The star of "The Talented Mr. Ripley" talked about her latest film, the dark side of picking up a treasured best actress statuette before she'd grown sufficient armor to deflect the publicity onslaught it brought in its wake, and how Judaism helped her through difficult times.
While Paltrow hasn't kept it a secret, neither has she talked a great deal about growing up half Jewish: Mother is actress Blythe Danner; but father, producer-director Bruce Paltrow, is Jewish, and not any common or garden variety Jew either. Gwyneth proudly declares: "I come from a real rabbinical dynasty and it couldn't help but have fashioned my life. It's given me so much inner peace and inner strength."
The Paltrowitch family tree goes back to 17th century Russia and she can count 33 rabbis among her ancestors. Her great, great, great-grandfather was Rabbi Tsvi Paltrowitch, the Gaon of Nitzy-Novgorod in South West Russia. His three sons, all rabbis, emigrated from Russia in the 19th century where one Simcha Paltrowitch served as rabbi in Buffalo from 1890 to 1914. Another son emigrated to England and founded the Old Central Synagogue in Leeds.
Rabbi Nachum Paltrowich, of the Leeds Paltrowitchs is an enthusiastic genealogist and he reports that Gwyneth is a direct descendant of Rabbi David Ben Samuel Ha-Levi, a famous 17th century authority on Jewish law.
Paltrow showed up at the Four Seasons Hotel in Beverly Hills this week looking thoroughly unPaltrow-like. You had to look twice to make sure it really was her. Gone is the shoulder length golden blonde, Grace Kelly hair. Instead her locks are dark brown (for her role in "Bounce" a movie she has just finished shooting with her on-again-off-again boyfriend Ben Affleck.)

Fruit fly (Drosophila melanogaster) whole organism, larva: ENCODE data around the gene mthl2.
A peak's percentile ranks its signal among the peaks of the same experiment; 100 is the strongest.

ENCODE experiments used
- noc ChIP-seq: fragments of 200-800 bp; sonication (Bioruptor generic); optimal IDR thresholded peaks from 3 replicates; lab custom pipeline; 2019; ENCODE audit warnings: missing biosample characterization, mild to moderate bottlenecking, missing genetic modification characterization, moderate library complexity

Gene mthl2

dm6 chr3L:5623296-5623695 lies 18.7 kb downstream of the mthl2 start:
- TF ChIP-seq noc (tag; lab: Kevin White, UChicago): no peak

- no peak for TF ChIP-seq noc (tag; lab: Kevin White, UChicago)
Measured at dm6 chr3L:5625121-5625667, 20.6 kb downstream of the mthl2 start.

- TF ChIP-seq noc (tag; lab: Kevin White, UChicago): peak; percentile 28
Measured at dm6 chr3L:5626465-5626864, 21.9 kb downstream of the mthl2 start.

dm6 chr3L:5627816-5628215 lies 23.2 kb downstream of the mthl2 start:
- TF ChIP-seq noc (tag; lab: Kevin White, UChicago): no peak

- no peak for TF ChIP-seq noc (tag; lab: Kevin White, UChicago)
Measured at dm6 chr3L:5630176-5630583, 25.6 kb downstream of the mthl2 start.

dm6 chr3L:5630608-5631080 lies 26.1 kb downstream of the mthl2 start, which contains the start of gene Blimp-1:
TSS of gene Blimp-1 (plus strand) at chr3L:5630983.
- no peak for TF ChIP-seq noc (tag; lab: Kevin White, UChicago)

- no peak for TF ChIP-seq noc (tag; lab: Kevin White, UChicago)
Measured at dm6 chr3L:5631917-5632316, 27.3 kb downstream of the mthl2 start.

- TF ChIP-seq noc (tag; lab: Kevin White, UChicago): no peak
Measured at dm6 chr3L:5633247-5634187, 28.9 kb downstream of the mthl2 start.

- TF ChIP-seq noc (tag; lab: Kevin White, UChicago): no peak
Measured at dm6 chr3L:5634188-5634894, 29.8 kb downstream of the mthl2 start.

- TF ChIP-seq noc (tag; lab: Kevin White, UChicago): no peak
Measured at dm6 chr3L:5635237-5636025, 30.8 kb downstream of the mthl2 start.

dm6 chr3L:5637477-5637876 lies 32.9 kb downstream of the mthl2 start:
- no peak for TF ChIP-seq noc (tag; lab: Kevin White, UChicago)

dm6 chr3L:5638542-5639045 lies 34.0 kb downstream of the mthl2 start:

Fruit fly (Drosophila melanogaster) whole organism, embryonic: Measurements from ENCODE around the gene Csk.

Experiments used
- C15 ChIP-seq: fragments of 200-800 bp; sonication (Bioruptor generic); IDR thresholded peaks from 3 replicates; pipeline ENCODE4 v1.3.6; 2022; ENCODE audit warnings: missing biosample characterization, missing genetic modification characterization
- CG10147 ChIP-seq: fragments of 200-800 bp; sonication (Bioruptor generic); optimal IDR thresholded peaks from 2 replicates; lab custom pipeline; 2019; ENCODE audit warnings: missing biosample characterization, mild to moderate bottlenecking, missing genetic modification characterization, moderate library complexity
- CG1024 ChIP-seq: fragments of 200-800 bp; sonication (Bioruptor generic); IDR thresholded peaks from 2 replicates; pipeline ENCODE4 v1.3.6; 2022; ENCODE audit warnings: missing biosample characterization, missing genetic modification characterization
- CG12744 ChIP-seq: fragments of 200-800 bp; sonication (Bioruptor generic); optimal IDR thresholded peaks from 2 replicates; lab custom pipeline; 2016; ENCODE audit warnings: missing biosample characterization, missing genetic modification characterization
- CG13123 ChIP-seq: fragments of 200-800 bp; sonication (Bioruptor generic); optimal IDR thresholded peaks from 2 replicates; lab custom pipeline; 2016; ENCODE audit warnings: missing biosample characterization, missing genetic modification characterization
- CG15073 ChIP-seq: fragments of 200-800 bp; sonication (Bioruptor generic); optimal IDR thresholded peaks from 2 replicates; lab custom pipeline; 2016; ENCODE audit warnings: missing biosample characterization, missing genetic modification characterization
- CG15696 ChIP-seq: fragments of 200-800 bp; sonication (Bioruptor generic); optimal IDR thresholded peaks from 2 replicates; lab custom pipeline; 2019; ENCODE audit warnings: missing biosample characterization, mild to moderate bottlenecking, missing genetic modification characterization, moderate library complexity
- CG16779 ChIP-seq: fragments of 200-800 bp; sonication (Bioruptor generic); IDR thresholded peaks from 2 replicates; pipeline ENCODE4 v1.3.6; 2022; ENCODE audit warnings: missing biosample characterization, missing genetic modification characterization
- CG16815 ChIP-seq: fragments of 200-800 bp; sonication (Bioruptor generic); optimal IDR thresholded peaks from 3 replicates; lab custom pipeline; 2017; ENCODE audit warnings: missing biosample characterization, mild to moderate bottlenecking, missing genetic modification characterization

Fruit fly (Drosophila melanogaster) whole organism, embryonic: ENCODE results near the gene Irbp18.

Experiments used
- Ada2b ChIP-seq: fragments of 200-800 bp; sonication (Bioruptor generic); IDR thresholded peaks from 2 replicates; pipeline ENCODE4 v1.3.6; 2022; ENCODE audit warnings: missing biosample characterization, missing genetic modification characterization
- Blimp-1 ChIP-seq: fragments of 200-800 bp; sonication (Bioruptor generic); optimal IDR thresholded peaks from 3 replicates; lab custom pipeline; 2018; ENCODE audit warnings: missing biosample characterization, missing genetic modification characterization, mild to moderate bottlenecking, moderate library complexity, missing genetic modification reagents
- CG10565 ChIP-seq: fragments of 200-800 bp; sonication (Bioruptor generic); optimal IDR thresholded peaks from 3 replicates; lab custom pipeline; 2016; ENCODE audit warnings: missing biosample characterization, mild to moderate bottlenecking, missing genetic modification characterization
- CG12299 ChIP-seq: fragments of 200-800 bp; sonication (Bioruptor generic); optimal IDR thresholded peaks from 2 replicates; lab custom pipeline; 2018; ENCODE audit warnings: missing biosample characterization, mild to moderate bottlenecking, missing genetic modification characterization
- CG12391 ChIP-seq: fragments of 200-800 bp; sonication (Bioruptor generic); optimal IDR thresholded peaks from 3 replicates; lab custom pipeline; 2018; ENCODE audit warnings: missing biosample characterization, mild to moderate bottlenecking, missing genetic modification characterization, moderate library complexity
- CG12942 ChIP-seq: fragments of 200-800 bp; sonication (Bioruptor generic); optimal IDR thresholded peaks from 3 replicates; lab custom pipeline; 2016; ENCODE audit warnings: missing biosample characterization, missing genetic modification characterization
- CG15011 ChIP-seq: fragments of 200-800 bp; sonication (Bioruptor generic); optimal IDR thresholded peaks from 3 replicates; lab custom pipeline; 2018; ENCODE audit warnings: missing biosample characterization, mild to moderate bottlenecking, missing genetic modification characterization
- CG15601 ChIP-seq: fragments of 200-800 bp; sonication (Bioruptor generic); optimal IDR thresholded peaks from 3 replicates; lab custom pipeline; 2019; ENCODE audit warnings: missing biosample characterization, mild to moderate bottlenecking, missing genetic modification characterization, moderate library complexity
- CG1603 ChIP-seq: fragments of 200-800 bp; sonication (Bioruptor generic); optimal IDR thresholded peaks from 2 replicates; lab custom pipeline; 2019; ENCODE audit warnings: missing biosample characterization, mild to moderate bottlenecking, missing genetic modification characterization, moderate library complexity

"I think the director of 'Bounce' was sick of the whole blonde Gwyneth person. And so was I," she confessed.
Following the breakup of her engagement to Brad Pitt, Paltrow's life had begun to settle down when along came the Oscar and the paparazzi went on red alert.
"I became a prisoner in my house, because after a while I just didn't want to go out. One day I ran out of gas and there are pictures of me walking down the street with a gas can looking for the nearest service station. The paparazzi didn't have the decency to give me a ride. They just wanted those demeaning pictures. I wanted to go hide somewhere. I felt I couldn't sustain all of the energy that comes with all that attention."